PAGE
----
Four years after its agents bugged the phone of the top politician in Prince George’s County, the FBI today is seriously considering moving its headquarters there.
It’s a telling example, and there are others, of how much the county’s image has improved under County Executive Rushern L. Baker III (D), who easily won reelection to his second and final term Tuesday.
After struggling for years to attract commercial investment, Prince George’s has pulled in more than $4 billion since Baker took office. Crime dropped, and Baker engineered a controversial, partial school takeover that has already yielded benefits. It helped him lure Kevin M. Maxwell, a nationally recognized superintendent, from Anne Arundel County to head the Prince George’s system.
The county still has a long way to go to match the prosperity of its neighboring suburbs in the Washington region. Some communities in Prince George’s along the border with the District have high poverty and related social ailments.
Baker also might face difficulties in his second term if the incoming governor, Larry Hogan (R), blocks projects such as the Purple Line light-rail link between Prince George’s and Montgomery County.
But there is no doubt that Prince George’s as a whole is now on the right track. Looking back, it is hard to believe that the voters twice rejected Baker in favor of his predecessor, Jack Johnson, now serving a seven-year federal sentence for corruption.
Johnson, you will recall, achieved international notoriety after a wiretap caught him urging his wife to hide tens of thousands of dollars of ill-gotten cash in her underwear when FBI agents arrived at their home.
Much of Baker’s success has resulted from clearing out incompetent and, in some cases, shady officials put in place by Johnson, according to business and political leaders in the county.
They said that Baker has lived up to his promises to pick people for key jobs based on ability rather than mere political loyalty.
“It’s so different now than it had been in the past eight years that I have to keep pinching myself,” said Jim Estepp, president of the nonprofit Greater Prince George’s Business Roundtable.
“There was an underlying current that you had to give something to do business with the county government,” Estepp said. “That is certainly not the case today.”
In an interview Thursday, Baker said he was most satisfied with the county’s improved reputation during his tenure.
“We would not be in the running for the FBI if there was a sense that this place was one where you couldn’t get a fair deal, and people were going to shake you down,” Baker said.
Prince George’s appears to have an edge in the contest for the FBI’s 11,000 jobs: It has two sites — Greenbelt and Landover — among the three finalists. The competition is Springfield in Fairfax County, and a decision is expected by 2016.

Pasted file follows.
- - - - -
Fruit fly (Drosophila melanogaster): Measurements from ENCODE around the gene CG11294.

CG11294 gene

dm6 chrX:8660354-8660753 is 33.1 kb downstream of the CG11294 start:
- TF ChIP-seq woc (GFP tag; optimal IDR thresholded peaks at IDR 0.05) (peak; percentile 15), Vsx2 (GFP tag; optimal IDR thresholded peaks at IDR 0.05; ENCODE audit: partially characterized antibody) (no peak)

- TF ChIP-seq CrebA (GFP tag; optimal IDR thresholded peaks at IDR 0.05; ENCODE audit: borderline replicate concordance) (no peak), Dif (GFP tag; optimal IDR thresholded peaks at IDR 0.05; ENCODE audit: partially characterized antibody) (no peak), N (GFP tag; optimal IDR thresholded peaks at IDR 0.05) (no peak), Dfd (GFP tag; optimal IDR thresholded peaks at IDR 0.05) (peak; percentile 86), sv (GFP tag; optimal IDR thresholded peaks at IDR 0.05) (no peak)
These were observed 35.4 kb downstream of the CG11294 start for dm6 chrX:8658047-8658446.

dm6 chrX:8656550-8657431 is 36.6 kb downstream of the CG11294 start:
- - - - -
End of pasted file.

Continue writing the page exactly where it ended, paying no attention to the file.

Baker took some political heat for his hires, but the county desperately needed an infusion of capable administrators.
“There was no question that they had experience and were not political hacks,” Baker said. “It didn’t make me very popular with the people who worked on the campaign who thought they were going to have these jobs.”
One of his gutsier choices was Mark A. Magaw as police chief: It raised some eyebrows to see a white man in such a sensitive position in the majority African American county.
“We didn’t pick the police chief based on color,” Baker, who is African American, said. “We picked the best seasoned person.”
Apart from a drop in crime, which coincides with a national trend, the most visible sign of Baker’s success has been luring or keeping businesses in the county.
His biggest victory was winning support for the $900 million MGM resort and casino at National Harbor. Another big project, worth $600 million, is the Westphalia development in Upper Marlboro. In a sign that the county is finally attracting quality retailers, its first Whole Foods grocery store is scheduled to open next year in Riverdale Park.
Baker said he was among the many who were stunned by Hogan’s victory and hoped that the governor-elect would not block the Purple Line and other initiatives that Baker said Prince George’s needs to spur further development. Hogan said during the campaign he did not think Maryland could afford the Purple Line.
“Any smart businessman knows you have to make investments,” Baker said. “Once the governor-elect becomes governor, I think he’ll look at these projects a little differently.”
For previous columns, go to washingtonpost.com/mccartney.